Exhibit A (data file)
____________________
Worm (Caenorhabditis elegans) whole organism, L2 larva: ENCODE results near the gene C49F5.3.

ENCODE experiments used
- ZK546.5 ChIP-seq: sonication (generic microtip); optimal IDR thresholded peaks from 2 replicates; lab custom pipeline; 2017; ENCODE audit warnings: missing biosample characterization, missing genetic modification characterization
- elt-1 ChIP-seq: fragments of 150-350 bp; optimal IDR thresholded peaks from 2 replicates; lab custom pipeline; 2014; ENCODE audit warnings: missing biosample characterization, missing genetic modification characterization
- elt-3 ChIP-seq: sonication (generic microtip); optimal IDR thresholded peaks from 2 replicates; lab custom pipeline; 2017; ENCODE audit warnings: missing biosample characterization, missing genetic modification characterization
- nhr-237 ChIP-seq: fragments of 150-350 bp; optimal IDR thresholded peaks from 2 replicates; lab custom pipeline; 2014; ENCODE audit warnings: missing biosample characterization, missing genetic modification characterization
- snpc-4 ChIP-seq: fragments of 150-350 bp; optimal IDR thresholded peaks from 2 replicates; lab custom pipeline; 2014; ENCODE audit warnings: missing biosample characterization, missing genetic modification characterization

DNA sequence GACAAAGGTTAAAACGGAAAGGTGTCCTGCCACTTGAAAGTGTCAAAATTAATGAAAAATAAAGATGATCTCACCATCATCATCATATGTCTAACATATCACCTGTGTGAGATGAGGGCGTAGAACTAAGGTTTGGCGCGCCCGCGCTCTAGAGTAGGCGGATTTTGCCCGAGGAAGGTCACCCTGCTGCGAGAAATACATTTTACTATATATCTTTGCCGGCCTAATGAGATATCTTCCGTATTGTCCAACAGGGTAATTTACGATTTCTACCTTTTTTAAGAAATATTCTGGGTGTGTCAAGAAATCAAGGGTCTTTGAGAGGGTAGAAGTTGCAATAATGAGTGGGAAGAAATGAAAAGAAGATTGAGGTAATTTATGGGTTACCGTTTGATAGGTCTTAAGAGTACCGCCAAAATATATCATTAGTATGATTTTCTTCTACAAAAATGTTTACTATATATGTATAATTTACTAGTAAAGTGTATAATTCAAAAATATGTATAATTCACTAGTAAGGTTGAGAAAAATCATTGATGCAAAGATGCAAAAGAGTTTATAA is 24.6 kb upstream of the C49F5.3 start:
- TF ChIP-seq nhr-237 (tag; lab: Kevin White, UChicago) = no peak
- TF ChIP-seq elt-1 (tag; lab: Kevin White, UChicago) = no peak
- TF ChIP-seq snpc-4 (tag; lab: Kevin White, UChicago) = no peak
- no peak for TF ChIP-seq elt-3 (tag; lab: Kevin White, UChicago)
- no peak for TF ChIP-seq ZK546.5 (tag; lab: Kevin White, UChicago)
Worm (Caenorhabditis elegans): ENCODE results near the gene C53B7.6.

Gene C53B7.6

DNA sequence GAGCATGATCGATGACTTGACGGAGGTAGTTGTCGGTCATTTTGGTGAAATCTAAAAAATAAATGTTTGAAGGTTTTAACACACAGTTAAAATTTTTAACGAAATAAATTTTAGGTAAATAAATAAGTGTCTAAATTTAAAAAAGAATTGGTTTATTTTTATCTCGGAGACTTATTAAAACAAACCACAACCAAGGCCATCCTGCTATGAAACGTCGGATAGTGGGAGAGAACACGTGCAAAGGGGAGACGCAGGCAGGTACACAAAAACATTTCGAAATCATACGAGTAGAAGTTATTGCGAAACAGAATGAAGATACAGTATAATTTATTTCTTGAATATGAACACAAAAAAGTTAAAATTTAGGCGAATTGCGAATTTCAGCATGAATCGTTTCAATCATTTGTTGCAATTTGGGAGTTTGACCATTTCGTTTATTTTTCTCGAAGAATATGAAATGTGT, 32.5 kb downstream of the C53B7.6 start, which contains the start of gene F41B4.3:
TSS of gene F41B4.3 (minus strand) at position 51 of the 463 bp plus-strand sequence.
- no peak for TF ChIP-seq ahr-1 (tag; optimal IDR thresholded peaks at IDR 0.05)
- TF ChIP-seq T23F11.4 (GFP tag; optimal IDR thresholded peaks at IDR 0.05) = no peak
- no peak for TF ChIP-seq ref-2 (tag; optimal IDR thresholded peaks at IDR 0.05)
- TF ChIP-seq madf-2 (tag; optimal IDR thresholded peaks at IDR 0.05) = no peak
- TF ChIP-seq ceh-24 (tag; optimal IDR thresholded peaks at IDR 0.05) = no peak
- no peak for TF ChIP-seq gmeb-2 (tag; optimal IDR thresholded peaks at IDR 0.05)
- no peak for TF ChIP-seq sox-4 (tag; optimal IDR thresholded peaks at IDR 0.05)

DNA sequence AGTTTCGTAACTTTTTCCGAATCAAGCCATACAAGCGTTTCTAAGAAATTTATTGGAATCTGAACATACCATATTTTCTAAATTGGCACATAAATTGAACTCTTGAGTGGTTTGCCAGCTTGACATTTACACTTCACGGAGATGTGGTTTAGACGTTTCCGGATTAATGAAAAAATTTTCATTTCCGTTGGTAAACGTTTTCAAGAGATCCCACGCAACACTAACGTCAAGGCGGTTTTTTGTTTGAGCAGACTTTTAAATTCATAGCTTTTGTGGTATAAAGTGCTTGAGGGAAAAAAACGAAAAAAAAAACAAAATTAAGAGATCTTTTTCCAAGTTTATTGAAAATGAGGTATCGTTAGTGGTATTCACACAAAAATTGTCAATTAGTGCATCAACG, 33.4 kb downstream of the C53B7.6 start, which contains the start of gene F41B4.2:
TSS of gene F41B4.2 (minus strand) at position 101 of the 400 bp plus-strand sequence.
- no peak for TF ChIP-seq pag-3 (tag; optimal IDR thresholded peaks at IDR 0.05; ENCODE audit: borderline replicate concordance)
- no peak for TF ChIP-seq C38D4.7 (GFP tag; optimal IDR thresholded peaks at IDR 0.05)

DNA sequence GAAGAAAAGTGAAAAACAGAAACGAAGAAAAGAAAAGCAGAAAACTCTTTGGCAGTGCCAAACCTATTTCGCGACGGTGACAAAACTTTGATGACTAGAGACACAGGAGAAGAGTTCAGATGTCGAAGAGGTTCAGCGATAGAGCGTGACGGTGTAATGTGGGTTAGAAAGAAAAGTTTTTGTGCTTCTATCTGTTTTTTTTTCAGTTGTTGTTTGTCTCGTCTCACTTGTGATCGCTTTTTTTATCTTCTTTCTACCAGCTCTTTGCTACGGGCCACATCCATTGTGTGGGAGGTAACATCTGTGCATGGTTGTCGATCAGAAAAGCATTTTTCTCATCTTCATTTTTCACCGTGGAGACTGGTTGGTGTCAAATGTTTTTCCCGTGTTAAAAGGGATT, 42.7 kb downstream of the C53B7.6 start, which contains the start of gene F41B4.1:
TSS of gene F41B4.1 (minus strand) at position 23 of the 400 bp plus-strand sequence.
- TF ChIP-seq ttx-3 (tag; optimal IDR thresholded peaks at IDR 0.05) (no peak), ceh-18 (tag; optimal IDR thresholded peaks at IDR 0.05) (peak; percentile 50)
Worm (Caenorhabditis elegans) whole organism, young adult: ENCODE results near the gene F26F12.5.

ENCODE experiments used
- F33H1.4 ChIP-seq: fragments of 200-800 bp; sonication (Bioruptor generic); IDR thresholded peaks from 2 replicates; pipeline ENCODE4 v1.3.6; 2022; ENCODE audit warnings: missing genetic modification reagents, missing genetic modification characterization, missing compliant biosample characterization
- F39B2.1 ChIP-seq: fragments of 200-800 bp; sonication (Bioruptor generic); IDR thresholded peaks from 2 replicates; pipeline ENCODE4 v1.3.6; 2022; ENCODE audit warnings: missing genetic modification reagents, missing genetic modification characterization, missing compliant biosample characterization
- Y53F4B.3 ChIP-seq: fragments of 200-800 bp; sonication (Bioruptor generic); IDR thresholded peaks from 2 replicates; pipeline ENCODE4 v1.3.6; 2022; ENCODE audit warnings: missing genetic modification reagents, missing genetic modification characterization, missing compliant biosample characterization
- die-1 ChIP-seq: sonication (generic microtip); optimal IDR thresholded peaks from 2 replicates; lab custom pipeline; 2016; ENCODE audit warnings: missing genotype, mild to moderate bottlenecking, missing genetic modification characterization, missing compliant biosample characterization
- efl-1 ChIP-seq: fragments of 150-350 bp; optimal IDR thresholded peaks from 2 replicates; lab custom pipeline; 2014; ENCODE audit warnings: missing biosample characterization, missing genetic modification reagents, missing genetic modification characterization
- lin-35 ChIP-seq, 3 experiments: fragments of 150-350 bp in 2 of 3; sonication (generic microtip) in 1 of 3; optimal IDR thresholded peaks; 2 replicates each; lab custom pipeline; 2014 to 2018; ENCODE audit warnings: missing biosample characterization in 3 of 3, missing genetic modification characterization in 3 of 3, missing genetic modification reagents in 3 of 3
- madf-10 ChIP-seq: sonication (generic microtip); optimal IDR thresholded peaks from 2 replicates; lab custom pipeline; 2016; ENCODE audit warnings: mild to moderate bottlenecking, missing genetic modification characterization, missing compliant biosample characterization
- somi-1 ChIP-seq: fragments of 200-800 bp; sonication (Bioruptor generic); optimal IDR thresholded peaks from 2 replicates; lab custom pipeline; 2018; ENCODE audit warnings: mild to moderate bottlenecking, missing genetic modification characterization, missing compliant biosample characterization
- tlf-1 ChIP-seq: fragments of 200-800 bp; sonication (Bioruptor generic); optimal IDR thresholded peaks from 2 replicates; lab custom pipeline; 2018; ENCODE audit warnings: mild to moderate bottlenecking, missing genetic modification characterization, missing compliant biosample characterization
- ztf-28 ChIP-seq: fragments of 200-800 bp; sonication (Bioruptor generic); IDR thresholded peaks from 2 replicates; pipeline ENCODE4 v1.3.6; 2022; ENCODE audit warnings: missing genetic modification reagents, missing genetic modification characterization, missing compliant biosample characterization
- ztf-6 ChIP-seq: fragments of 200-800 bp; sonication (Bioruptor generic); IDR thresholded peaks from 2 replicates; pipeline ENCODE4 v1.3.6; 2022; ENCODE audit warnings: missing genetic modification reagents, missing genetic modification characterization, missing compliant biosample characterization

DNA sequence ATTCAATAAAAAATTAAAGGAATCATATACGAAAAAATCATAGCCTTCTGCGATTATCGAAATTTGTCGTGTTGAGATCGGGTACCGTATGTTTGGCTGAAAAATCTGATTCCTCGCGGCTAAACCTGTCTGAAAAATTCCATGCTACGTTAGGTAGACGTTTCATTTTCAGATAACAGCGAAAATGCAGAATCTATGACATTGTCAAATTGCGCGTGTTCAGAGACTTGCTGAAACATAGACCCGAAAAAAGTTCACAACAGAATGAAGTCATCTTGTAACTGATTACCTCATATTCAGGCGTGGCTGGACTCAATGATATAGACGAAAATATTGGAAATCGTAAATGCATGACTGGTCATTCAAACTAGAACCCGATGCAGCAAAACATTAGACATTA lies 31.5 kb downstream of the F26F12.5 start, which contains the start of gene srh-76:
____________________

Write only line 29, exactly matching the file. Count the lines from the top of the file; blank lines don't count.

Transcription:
DNA sequence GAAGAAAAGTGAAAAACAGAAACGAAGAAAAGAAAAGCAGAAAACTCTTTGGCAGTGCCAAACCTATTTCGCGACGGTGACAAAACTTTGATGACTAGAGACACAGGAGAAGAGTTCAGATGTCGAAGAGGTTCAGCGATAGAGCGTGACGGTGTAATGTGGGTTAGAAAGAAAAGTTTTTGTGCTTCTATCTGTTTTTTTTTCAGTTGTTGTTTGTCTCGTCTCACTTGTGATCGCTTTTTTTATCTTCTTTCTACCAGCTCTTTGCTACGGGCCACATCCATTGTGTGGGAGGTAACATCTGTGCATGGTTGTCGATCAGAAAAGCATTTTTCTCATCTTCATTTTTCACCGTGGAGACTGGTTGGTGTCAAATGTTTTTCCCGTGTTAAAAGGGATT, 42.7 kb downstream of the C53B7.6 start, which contains the start of gene F41B4.1: